To understand the North American Free Trade Agreement and how it has impacted Latin American Countries, we must first look to our own shores and how it has profoundly impacted Americans in the United States. In Massachusetts alone it is estimated that 100,000 manufacturing jobs have been lost in the last decade and 3 million jobs at the national level sent oversees due to NAFTA. Perhaps this "free trade" agreement can hold some responsibility for our current economic crisis, as it seeks to set up trade deals that benefit corporations and profit rather the workers and progress.
NAFTA was created on December 8th, 1993 by the leaders of Canada, Mexico and the United States, it is one of the most powerful, wide-reaching treaties in the world. Its two supplements, the North American Agreement on Environmental Cooperation (NAAEC) and The North American Agreement on Labour Cooperation (NAALC) make up the bulk of the document. What is wrong with this free trade agreement is that it hurts consumers in countries where NAFTA is in effect and cripples the small farm or manufacturer who has to compete with monopolistic and massive corporations who sell their products cheaply. These same corporations hire cheap labor and despite all the legal paperwork that is supposed to be included in NAALC, companies would rather outsource their labor to cut costs and make more profit. All of this is at the expense of the workers from both countries in agreement, NAFTA in essence is government-directed, government-negotiated trade, which is mercantilism and not free trade.
Real free trade is as easy as cutting tariffs on imports and exports, doing away with the International Trade Commission and a host of other restrictions that seem to favor monopolistic corporations instead of the start up small business owner, manufacturer, farmer etc. In all Obamas speeches about "Joe the Plumber" and "Main Street" and how he was going to try to work on the economy, Barack Obama did not at all seem to mention his opinions on NAFTA, an agreement that if dissected would reveal to be a major contributor to the United States current economic depression. Or did he? On February 24th, 2008 while campaigning in Ohio, Obama said "I don't think NAFTA has been good for Americans, and I never have," So why skip a very important vote in the senate and not vote against an agreement that would damage so many economically in both the United States and Peru?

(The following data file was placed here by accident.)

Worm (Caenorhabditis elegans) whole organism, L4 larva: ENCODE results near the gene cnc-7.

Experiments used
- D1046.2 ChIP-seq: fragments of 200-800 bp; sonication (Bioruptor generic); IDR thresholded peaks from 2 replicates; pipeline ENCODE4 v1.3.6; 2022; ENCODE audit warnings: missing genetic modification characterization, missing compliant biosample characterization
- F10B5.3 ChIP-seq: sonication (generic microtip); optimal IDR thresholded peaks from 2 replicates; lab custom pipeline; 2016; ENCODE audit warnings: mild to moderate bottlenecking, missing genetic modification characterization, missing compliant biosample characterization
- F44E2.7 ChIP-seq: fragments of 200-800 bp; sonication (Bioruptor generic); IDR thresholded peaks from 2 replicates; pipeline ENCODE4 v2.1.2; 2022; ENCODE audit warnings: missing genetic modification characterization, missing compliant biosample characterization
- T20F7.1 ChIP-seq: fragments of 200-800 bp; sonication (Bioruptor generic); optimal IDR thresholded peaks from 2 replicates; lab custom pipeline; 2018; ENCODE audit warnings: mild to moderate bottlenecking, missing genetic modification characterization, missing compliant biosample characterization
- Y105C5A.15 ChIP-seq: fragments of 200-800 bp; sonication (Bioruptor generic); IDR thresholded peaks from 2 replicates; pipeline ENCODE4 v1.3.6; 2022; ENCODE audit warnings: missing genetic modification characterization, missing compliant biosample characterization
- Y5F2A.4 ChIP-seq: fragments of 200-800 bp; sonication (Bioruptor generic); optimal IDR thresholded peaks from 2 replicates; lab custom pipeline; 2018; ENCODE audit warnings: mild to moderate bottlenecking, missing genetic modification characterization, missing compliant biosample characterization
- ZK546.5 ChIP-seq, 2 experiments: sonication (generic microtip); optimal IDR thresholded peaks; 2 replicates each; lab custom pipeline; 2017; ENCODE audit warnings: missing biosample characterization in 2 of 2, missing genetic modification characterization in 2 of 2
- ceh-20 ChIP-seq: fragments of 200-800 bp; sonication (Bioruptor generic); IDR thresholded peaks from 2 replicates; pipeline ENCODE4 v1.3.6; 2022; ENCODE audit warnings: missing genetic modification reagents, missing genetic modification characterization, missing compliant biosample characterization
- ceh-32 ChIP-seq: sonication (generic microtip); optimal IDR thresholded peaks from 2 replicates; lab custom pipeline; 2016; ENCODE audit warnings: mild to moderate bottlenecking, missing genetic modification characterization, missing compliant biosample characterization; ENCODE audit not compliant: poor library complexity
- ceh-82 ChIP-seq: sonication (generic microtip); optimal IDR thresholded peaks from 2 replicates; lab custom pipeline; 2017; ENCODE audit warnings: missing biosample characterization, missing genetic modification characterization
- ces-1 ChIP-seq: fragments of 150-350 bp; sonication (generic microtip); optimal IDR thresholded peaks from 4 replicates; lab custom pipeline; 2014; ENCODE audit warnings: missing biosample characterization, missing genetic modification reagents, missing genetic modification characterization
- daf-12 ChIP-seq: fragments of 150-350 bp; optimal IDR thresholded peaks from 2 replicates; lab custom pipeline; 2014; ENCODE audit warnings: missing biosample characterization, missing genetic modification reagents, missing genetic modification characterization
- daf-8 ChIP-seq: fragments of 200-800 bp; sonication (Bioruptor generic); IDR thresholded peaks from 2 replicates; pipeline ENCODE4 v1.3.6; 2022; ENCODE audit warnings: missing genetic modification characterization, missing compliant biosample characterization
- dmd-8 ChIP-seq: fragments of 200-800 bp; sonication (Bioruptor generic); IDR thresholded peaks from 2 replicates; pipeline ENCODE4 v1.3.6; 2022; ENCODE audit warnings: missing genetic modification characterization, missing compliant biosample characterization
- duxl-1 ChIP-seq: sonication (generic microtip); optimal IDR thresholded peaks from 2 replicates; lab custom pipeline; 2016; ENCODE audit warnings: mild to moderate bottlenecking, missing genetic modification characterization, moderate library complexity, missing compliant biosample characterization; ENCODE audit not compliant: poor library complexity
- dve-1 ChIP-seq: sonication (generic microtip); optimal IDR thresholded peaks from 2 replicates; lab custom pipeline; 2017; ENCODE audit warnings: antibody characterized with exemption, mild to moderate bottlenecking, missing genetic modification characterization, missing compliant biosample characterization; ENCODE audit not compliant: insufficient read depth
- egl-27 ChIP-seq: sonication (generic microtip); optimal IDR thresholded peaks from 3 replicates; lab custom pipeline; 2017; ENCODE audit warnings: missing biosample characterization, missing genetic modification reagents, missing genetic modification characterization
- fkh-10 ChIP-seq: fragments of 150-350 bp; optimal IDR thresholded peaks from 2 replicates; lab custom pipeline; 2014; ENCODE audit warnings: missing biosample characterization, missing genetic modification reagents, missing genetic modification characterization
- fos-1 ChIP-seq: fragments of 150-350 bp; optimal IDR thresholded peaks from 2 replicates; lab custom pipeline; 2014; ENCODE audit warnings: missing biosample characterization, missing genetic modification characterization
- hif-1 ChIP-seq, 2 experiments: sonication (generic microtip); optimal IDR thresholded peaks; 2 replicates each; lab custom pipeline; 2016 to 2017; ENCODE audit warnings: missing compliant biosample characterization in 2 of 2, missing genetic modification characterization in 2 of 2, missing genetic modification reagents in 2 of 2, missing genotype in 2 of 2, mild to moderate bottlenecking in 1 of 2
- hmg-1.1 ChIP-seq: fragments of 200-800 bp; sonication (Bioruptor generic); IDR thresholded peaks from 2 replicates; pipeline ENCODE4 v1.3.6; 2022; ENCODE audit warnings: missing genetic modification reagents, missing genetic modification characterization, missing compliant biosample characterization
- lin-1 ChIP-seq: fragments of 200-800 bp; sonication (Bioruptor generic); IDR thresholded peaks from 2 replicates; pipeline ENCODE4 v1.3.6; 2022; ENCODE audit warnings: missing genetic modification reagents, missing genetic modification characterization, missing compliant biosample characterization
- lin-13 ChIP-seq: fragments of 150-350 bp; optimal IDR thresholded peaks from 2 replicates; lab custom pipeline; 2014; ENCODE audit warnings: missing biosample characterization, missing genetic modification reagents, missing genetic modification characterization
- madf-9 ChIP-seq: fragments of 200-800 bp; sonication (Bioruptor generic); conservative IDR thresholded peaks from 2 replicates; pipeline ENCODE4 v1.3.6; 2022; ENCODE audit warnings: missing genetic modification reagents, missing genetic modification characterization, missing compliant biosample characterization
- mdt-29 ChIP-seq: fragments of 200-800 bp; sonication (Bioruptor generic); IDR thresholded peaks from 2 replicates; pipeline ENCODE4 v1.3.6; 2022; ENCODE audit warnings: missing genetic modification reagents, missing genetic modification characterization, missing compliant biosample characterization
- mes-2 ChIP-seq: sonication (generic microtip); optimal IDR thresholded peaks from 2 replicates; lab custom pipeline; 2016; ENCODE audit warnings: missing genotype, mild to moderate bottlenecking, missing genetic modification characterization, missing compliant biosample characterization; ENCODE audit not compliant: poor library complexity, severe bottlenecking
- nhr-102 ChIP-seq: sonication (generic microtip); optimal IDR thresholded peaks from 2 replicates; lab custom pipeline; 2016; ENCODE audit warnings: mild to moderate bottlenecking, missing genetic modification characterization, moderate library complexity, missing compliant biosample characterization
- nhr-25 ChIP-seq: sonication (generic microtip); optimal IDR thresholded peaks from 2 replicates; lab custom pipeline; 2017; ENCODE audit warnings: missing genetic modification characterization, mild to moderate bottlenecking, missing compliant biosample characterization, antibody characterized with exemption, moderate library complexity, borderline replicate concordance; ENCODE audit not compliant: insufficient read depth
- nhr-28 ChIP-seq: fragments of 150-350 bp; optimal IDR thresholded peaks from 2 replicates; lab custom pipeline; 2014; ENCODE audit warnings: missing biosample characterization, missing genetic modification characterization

We can all hope that his skipped vote wasn't politically motivated, after all it is Republicans who overwhelmingly vote for these trade deals to pass anyway, I am sure the trade deal had very strong support amongst liberals and Senator Obama would just vote among party lines. In fact the Peru deal was approved by an overwhelming vote of 285 in favor to 132 against. But its most striking aspect was that 109 Democrats voted yes and 116 voted no. So what was the President-elects motivation behind skipping the vote for the NAFTA agreement with Peru after publicly supporting it along with Hillary Clinton? It's safe to assume that he didn't want to be labeled a flip flopper and lose his support among the majority of South Americans that few NAFTA dis favorably, however in a vote that gained very little media attention in the United States, would it really have been too much for Obama to stand by his principles and vote against the trade deal? Would it have been too much for him to accept Peru's invitations to the APEC Summit being hosted in Lima to discuss economic cooperation? Hey and what about the Peruvian hairless "Machu Picchu " that was offered to him and his family as the new White House Dog?
In a open letter to Obama from the Latin American Studies Association, they describe to the new President that "Latin Americans have often viewed the United States not as a friend but as an oppressor, the guarantor of an international economic system that works against them, rather than for them-- the very antithesis of hope and change." and that "While anti-American feelings run deep, history demonstrates that these feelings can change. In the 1930s, after two decades of conflict with the region, the United States swore off intervention and adopted a Good Neighbor Policy. Not coincidentally, it as the most harmonious time in the history of U.S.-Latin American relations. In the 1940s, every country in the region became our ally in World War Two. It can happen again."
Farm workers and manufacturers are bracing themselves in cities and rural communities throughout Peru. For the past couple of months Peruvians were told that the economic depression from the US would not impact them too severely, that our trade relations were deeply rooted worldwide and that our financial institutions independent. All of the rhetoric was taken lightheartedly as the reality of the signing of the new free trade agreement began to emerge. Foremost is the unjust competition between Peruvian agricultural products and North American products which are subsidized by the US government, unlike the agricultural products of Peru. If that wasn't enough new labor laws introduced by the agreement fail to address many key labor issues such as overtime, pay and social security. It is expected that a privatized social security system similar to the proposal by President Bush will be implemented in Peru. The main beneficiary seems to be Citibank, the largest shareholder in ProFuturo AFP, a company authorized to compete against Peru's national social security system.
real free trade agreement.